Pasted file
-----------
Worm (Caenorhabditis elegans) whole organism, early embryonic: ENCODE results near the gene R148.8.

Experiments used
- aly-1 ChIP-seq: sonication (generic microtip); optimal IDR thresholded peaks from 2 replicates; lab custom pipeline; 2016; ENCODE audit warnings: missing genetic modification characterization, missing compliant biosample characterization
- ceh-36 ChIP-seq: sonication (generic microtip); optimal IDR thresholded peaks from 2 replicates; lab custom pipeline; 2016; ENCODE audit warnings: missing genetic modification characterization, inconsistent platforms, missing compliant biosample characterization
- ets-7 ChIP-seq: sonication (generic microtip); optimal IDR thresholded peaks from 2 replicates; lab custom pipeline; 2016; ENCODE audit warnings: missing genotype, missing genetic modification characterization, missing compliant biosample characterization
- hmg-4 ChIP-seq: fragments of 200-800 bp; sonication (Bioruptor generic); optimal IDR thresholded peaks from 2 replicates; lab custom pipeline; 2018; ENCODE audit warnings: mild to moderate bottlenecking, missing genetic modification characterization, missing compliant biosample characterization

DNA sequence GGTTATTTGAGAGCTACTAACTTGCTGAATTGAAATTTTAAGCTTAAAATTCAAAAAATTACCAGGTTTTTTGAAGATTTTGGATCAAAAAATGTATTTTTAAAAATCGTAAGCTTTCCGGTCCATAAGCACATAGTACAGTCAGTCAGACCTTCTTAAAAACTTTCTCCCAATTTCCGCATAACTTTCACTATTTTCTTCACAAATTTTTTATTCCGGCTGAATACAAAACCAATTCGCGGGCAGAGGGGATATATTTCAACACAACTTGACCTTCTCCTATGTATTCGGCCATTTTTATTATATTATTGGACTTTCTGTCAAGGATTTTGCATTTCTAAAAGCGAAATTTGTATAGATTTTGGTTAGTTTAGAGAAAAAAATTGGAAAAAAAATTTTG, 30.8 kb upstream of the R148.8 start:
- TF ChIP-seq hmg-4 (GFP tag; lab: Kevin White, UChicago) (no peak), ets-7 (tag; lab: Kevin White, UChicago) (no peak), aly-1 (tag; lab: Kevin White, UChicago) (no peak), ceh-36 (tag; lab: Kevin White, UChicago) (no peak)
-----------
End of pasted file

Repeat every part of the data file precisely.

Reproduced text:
Worm (Caenorhabditis elegans) whole organism, early embryonic: ENCODE results near the gene R148.8.

Experiments used
- aly-1 ChIP-seq: sonication (generic microtip); optimal IDR thresholded peaks from 2 replicates; lab custom pipeline; 2016; ENCODE audit warnings: missing genetic modification characterization, missing compliant biosample characterization
- ceh-36 ChIP-seq: sonication (generic microtip); optimal IDR thresholded peaks from 2 replicates; lab custom pipeline; 2016; ENCODE audit warnings: missing genetic modification characterization, inconsistent platforms, missing compliant biosample characterization
- ets-7 ChIP-seq: sonication (generic microtip); optimal IDR thresholded peaks from 2 replicates; lab custom pipeline; 2016; ENCODE audit warnings: missing genotype, missing genetic modification characterization, missing compliant biosample characterization
- hmg-4 ChIP-seq: fragments of 200-800 bp; sonication (Bioruptor generic); optimal IDR thresholded peaks from 2 replicates; lab custom pipeline; 2018; ENCODE audit warnings: mild to moderate bottlenecking, missing genetic modification characterization, missing compliant biosample characterization

DNA sequence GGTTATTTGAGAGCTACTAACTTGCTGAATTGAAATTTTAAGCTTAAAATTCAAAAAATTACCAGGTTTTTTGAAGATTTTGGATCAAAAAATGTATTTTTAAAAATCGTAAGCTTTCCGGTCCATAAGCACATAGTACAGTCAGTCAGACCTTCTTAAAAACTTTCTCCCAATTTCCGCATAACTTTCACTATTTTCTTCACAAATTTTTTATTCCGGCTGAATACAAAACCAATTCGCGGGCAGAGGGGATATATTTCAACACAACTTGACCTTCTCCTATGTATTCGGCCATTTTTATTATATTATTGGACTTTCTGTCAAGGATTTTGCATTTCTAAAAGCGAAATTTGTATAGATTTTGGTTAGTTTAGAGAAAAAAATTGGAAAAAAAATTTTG, 30.8 kb upstream of the R148.8 start:
- TF ChIP-seq hmg-4 (GFP tag; lab: Kevin White, UChicago) (no peak), ets-7 (tag; lab: Kevin White, UChicago) (no peak), aly-1 (tag; lab: Kevin White, UChicago) (no peak), ceh-36 (tag; lab: Kevin White, UChicago) (no peak)